The complaints about Millennials just don’t resonate with me.

Photo by Colton Sturgeon on Unsplash

I’m on the cusp of the GenX/Millennial generations, born in 1979, so I share some of the hallmarks of both generations.

I know how to work hard, but I don’t necessarily think I should need to work hard if there are smarter ways to work.

I believe that the government should not interfere with certain freedoms, but I also think the government should provide for its people — especially those less fortunate than ourselves. I’m prepared to do my part by paying taxes, because it’s nice to know the people in the house next to me aren’t starving or dying of smallpox.

I remember rotary phones, dial-up internet, and interoffice memos. I also remember that they sucked.

People call Millennials “the Me, Me, Me” generation. The word entitled is used to describe them. I’ve read article after article about working with Millennials is a nightmare, and so on. To be honest, I really don’t get it.

The way I see it, there are annoying people in every generation. As a young office administrator, I worked with a member of the Silent Generation who would tear you apart if you made a mistake or asked a question. Baby Boomers in the same office were generally more forgiving, more willing to mentor their younger coworkers, but they could also be rigid in their thinking and habits. GenXers worked hard (we had something to prove) but they partied hard, too. So when someone says, “Millennials suck,” I chalk it up to a lack of perspective.

Yes, there are annoying Millennials. But Millennials are also amazing. For one, they digest information at an insane pace. And they’ve been that way for their entire lives, through many different kinds of digital technology. Although I can’t generalize about everyone, Millennials I’ve known are extremely resourceful. I think their motto should be, “There’s an easier way to do that.” And then they show you — on their phone, usually — how to do it.

The Millennials I’ve encountered are generally more aware of the world around them than other people think. For the twenty-year-old me, it was easy to ignore most of what was happening in any other place than the city where I lived. If I wanted to catch up on politics (I didn’t) I’d flip on the evening news. Today, everything that happens on our enormous blue planet seems closer to home, and Millennials have grown up in a much more interconnected world. That makes them different — mentally and emotionally — than the generations before them.

The Millennials I’ve known also seem to be more aware of what it is to be an adult. They don’t spend themselves into critical levels of debt. They put away money and pay cash for things instead of using credit cards. They rent their homes instead of buying, understanding that a house and everything that comes with it — unexpected repairs, taxes, mortgage payments, insurance — is for the birds.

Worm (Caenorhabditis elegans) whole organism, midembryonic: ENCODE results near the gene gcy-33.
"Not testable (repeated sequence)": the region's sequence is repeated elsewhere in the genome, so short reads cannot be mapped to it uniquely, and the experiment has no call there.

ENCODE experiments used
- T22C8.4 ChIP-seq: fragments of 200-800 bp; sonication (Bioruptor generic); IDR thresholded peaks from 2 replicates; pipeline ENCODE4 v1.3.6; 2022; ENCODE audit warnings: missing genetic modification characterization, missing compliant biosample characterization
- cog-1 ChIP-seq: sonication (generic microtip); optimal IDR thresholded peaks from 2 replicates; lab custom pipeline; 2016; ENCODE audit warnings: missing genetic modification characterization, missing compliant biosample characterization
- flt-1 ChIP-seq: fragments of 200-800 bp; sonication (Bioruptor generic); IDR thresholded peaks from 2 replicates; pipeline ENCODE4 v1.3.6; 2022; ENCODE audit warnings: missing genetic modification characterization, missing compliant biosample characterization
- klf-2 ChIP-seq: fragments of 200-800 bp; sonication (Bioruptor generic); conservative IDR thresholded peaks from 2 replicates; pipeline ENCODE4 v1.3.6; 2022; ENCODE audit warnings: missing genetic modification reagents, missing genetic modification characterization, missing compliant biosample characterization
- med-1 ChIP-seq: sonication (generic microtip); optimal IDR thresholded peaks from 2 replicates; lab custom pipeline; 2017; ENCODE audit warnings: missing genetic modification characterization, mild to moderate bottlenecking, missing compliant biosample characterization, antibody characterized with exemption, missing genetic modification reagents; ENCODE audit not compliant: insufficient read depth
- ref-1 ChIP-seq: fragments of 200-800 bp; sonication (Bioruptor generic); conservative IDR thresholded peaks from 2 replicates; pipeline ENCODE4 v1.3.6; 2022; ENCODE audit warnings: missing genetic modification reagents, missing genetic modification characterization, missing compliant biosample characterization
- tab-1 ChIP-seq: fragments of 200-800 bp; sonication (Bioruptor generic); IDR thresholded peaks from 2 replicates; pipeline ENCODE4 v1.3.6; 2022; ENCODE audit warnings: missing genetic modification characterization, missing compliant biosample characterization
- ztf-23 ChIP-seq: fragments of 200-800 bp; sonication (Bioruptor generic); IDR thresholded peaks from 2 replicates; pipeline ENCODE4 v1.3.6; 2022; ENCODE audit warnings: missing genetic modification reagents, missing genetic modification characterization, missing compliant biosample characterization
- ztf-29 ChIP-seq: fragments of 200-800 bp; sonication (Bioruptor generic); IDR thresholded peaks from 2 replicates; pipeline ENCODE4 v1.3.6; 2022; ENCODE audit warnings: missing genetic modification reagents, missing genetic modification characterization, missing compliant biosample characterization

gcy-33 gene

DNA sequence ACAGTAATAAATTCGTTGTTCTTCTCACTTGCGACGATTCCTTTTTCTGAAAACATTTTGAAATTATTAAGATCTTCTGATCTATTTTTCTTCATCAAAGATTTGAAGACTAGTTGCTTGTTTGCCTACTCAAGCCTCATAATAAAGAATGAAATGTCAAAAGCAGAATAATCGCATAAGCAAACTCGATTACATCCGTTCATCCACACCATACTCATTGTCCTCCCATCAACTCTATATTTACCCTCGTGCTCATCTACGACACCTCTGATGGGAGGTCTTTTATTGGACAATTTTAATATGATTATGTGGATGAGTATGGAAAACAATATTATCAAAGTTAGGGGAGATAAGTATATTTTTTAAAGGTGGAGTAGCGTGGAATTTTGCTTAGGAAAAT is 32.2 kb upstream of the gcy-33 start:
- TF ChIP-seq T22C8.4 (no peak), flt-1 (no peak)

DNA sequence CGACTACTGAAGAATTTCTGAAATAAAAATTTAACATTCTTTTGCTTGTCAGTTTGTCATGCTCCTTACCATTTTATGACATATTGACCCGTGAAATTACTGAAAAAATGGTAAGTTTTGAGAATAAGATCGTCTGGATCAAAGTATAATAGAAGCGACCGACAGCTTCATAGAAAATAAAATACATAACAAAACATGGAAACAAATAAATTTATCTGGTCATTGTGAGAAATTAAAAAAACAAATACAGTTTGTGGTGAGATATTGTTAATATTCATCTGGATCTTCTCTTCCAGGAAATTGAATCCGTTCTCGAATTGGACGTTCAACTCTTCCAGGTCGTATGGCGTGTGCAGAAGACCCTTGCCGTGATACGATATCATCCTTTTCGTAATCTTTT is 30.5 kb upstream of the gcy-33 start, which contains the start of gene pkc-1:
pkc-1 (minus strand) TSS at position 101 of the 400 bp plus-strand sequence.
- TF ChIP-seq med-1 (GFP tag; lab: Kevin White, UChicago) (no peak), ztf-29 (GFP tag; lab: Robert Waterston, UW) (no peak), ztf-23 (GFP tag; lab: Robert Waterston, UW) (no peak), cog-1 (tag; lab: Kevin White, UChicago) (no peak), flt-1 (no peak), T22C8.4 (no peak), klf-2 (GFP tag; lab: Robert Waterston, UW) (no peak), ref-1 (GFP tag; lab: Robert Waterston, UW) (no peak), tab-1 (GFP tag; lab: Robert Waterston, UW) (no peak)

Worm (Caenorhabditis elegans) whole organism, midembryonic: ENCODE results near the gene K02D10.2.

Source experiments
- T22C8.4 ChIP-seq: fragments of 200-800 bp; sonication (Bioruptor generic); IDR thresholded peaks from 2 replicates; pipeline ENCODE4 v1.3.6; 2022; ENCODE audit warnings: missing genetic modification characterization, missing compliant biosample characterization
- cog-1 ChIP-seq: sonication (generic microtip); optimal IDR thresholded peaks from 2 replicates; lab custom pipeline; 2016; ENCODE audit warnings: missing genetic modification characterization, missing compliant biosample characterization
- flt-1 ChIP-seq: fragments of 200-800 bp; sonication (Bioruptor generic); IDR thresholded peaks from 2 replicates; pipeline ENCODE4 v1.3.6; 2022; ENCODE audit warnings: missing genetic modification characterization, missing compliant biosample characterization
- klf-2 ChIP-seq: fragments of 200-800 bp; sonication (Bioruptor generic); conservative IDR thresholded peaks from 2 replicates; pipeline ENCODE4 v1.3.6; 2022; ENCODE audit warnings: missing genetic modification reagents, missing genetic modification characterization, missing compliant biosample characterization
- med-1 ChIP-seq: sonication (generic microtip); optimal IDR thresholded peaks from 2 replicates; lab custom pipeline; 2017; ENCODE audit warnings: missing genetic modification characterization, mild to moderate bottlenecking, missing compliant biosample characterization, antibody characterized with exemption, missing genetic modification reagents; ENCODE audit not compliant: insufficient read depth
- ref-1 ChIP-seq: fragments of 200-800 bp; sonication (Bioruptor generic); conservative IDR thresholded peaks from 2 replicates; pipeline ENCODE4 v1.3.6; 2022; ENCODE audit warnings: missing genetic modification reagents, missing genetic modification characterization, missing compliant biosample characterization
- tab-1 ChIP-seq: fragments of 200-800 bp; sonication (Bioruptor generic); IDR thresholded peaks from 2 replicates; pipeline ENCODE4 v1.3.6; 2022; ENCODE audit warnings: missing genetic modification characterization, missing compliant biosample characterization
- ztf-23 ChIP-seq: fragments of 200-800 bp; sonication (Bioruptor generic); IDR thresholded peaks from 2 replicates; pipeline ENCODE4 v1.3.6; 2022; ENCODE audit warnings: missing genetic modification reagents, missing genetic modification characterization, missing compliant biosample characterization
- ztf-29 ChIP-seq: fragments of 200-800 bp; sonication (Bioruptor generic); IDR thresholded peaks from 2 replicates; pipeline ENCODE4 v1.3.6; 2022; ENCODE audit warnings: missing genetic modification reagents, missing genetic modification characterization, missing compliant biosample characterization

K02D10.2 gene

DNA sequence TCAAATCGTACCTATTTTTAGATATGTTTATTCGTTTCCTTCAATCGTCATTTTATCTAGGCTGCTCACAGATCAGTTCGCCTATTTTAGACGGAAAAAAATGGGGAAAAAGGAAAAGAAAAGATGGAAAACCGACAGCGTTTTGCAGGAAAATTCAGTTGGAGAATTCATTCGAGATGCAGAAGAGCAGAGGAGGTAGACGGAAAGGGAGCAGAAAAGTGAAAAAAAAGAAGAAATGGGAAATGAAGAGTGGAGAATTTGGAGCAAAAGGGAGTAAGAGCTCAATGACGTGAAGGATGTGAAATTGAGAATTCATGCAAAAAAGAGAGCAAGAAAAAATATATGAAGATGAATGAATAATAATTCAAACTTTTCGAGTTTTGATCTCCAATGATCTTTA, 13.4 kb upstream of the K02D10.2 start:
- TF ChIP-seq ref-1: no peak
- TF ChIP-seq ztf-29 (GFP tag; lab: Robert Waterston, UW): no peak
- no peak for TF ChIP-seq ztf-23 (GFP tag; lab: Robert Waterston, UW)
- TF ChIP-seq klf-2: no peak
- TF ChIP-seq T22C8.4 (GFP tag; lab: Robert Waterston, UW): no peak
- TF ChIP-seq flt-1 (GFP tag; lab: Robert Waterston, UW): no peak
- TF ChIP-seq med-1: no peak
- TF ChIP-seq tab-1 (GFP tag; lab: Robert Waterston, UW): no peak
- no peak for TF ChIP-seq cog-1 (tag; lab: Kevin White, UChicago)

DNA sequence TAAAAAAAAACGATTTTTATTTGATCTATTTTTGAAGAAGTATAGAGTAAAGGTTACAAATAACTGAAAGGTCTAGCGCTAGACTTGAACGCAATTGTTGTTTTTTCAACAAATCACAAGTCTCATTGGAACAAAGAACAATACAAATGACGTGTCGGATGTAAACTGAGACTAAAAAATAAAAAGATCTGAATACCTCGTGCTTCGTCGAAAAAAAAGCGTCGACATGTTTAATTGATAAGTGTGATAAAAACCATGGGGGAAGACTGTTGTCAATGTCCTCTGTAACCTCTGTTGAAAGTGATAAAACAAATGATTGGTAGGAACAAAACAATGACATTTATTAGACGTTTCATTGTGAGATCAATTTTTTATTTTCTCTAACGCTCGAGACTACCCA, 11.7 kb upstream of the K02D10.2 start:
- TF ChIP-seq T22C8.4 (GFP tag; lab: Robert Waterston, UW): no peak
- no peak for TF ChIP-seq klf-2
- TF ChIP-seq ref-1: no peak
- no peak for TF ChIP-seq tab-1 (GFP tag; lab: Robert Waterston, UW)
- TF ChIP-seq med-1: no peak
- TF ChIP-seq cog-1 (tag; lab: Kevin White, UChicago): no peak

Millennials also don’t seem to be having kids as quickly as the generations before them. Sure, they still make bad decisions and get into bad marriages, but they often spend years together before they decide to procreate. Perhaps it’s because about 50% of Millennials grew up as children of divorce — they know what it’s like to be a child pulled in two different directions.

When I was learning the ropes in my first professional job, we learned to do things the way the managers wanted us to do them. I tend to think the best characteristic of Millennials is that just because something has “always been done that way” doesn’t mean it has to continue that way. Having a full time job is great (or is it?) and there are always plenty of other options out there.

I’m probably making the same number of generalizations defending Millennials as those who believe they are a large bushel of rotten apples, but I hope you’ll see my point.

Yes, they’re different. No, they’re not that different from GenXers.

Yes, they are often attached to their technology, but so are most of the rest of us. Take a look around you sometime when you’re waiting in the doctor’s office… Grandma Myrtle is playing Candy Crush Saga on her phone next to Uncle Barry, who is watching anime videos on his tablet.

Yes, they can be self-centered. But they can also be incredibly altruistic. And they understand the power of people in numbers. Do we?

Yes, Millennials seem to think in hashtags and even — maddeningly— say the hashtag out loud during a conversation or meeting. The first time this happened to me in a professional environment, I physically cringed. No, I don’t think that is even remotely normal. Yes, it is lame. But it’s what they do. #awkward

Yes, Millennials have their flaws, but no generation is without them. All of us have our quirks. Like, say, all of the previous generations normalizing the idea of buying a house with a promise to pay it off when we’re 75.

Millennials are often difficult to be around. But they are our brothers, sisters, children, and grandchildren, and by all accounts, we would have been them, had we been born after 1980 and into the bizarre world they presently call “home.”

Each generation looks down upon the one below it to a certain degree, but in reality, time marches on, and we will soon be led by those who are presently playing Call of Duty six hours a day with their best friend on the other side of the world.

We all need to coexist, be patient with each other, and try to see the good that each generation has offered to the world.

Esther Hofknecht Curtis, MSM-HCA is an independent writer living in Dover, Delaware. Follow her on Facebook at

Book nerd and freelance writer finding gold in ordinary places. Email me at Visit

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